In the last four months, calls made to Lifeline Aotearoa about suicide and self-harm have increased by 37 per cent.
More staggering is that since last month’s launch of a “Help Keep Lifeline Alive Campaign” there has been a 48 per cent increase in calls to Lifeline relating to suicide and self-harm alone.
In June this year, Lifeline announced it only has enough money to run its 24 hour help lines for one more year. In August, Lifeline launched a national media campaign as part of its fight for survival.
“During the last 12 months, we have noticed a 40 per cent increase in demand for our Lifeline and suicide crisis helplines as more and more kiwis reach out for help and support. But since we went public in June about the future viability of Lifeline’s helplines, the phones have barely stopped ringing,” says Lifeline CEO Jo Denvir.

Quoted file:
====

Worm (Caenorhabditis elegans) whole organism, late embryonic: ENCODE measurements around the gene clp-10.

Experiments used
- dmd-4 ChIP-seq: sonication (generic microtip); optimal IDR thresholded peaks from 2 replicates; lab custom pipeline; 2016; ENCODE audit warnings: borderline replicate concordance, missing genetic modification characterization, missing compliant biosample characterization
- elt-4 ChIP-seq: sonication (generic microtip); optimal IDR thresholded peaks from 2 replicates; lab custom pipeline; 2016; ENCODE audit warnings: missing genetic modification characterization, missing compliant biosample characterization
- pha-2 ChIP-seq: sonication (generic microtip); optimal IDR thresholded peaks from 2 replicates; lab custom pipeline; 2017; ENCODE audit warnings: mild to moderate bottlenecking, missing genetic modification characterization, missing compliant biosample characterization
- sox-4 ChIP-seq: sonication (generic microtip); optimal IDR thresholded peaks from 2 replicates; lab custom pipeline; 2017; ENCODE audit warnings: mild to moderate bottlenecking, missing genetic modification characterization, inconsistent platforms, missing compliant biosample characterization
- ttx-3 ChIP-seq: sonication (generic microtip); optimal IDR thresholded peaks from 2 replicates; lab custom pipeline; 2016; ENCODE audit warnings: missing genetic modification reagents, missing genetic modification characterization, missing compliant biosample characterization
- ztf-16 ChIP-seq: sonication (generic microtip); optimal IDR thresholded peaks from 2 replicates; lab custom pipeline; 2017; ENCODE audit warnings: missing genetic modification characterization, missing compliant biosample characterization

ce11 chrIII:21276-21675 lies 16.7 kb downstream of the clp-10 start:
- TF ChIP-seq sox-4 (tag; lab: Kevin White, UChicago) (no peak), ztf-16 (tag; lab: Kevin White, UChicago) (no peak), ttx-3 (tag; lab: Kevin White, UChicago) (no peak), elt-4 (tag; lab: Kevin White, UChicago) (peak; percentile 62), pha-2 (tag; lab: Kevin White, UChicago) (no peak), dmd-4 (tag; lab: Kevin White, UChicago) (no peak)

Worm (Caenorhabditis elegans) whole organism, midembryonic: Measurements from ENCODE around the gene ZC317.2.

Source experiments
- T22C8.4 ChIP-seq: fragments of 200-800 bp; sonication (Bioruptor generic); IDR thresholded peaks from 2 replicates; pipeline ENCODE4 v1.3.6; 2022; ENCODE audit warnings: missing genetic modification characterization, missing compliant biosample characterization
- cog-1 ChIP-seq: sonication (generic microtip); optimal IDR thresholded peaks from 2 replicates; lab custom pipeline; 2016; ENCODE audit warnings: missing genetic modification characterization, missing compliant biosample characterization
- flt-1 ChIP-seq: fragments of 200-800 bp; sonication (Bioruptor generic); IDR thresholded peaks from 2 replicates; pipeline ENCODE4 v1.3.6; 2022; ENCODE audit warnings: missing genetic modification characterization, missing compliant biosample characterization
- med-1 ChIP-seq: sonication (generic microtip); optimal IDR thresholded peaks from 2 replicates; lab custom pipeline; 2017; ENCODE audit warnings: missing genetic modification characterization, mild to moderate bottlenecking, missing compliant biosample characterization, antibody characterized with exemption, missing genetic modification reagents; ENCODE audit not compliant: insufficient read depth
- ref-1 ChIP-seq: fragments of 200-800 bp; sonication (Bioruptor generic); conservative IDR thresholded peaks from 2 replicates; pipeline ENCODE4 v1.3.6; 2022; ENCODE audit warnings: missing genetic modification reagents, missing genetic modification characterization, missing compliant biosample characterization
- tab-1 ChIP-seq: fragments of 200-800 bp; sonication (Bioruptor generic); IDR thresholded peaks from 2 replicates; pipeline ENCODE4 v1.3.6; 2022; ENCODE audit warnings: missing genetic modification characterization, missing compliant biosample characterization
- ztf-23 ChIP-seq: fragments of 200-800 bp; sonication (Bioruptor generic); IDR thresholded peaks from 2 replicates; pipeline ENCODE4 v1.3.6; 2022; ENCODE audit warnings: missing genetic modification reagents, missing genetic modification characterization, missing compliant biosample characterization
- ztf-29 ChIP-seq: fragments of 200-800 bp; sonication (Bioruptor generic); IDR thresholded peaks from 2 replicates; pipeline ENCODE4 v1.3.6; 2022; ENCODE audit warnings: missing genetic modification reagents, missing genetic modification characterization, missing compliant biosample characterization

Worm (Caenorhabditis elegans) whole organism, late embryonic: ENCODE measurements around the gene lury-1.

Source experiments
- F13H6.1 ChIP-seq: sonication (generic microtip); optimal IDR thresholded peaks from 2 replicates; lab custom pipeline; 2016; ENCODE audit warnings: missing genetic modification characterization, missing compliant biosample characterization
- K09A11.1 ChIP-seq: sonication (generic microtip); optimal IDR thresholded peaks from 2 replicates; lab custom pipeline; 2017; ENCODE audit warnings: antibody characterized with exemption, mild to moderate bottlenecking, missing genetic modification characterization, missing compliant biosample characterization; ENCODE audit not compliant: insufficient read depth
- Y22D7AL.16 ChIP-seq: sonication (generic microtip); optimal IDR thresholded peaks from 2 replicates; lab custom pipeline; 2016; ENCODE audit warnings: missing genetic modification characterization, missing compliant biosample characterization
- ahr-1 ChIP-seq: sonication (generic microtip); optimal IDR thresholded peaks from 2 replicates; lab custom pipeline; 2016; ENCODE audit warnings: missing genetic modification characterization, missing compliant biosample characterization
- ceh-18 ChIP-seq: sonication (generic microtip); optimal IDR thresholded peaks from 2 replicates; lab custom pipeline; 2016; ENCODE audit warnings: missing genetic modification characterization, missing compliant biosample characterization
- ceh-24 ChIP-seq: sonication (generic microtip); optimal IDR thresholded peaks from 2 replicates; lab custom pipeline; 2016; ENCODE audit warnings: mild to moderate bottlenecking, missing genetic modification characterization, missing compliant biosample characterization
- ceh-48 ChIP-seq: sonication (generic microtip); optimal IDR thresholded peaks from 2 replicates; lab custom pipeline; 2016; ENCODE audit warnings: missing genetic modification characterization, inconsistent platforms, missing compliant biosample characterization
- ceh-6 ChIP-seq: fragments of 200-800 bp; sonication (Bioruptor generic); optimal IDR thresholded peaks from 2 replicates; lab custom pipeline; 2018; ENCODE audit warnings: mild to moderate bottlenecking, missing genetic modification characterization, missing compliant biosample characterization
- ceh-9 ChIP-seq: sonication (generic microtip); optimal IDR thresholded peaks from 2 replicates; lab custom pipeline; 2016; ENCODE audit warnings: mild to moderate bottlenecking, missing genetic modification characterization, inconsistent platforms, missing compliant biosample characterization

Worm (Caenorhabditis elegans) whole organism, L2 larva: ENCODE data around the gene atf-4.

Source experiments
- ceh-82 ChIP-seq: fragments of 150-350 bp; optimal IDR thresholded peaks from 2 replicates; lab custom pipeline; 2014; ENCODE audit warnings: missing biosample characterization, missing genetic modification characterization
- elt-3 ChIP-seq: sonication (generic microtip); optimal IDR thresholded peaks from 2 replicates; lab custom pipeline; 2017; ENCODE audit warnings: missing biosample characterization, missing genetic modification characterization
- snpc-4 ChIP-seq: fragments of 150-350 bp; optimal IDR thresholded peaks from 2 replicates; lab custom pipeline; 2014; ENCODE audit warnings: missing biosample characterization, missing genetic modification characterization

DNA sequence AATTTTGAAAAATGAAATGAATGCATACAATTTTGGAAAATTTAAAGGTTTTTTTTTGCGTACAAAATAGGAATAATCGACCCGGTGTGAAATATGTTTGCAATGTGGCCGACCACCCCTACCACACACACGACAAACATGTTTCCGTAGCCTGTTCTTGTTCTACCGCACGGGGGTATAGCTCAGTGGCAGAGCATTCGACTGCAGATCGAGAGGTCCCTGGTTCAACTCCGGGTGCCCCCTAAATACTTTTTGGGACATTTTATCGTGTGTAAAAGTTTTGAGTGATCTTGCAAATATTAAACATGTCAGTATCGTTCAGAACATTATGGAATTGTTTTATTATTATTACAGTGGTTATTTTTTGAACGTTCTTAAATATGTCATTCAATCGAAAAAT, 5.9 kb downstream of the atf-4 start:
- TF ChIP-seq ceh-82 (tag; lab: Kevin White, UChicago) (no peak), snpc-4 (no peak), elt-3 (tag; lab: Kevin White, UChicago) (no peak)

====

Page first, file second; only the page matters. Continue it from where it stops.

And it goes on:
Calls to Lifeline’s suicide crisis line ‘Tautoko’ relating to suicide and self-harm have also increased by 60 per cent in the past four months. Calls relating to other issues such as access to housing, social isolation and loneliness, employment concerns and relationship issues have also increased by nearly 20 per cent in the past month.
“What these figures tell us is that not only is need higher than ever, but that services like Lifeline are a critical part of the suite of public health responses any modern society needs for its citizens when they face a personal crisis.”
“We are one of the country’s most recognised and trusted organisations providing immediate support to the emotional and mental wellbeing of every caller who reaches out to us for help. Kiwis are choosing our service to seek support and advice and that choice must remain available to them. It’s unthinkable that we may be forced to turn off our 24/7 phone lines next June,” says Ms Denvir.
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